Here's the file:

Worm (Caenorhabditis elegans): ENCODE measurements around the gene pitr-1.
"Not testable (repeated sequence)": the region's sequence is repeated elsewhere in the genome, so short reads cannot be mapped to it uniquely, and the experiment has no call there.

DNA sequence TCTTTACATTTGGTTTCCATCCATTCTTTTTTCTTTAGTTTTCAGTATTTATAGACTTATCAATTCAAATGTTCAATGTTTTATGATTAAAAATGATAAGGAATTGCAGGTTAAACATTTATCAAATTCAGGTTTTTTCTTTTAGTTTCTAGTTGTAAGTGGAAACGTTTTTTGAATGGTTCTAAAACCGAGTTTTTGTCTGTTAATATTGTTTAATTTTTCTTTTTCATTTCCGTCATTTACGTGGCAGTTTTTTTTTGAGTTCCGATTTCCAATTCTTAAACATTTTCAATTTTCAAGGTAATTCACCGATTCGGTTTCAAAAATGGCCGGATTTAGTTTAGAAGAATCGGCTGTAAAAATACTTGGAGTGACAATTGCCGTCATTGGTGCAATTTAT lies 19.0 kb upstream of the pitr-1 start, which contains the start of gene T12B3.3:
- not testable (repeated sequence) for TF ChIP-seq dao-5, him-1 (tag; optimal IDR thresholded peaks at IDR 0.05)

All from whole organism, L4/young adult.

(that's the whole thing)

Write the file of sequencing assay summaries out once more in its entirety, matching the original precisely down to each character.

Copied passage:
Worm (Caenorhabditis elegans): ENCODE measurements around the gene pitr-1.
"Not testable (repeated sequence)": the region's sequence is repeated elsewhere in the genome, so short reads cannot be mapped to it uniquely, and the experiment has no call there.

DNA sequence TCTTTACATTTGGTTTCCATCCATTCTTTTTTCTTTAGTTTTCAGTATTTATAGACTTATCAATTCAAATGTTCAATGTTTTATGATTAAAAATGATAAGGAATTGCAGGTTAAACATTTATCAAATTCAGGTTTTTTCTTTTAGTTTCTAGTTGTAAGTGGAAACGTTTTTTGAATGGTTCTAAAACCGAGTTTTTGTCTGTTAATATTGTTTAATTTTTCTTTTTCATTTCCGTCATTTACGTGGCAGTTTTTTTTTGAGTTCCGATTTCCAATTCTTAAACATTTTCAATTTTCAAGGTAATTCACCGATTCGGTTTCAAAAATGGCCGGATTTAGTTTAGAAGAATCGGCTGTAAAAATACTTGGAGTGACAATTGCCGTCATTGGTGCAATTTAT lies 19.0 kb upstream of the pitr-1 start, which contains the start of gene T12B3.3:
- not testable (repeated sequence) for TF ChIP-seq dao-5, him-1 (tag; optimal IDR thresholded peaks at IDR 0.05)

All from whole organism, L4/young adult.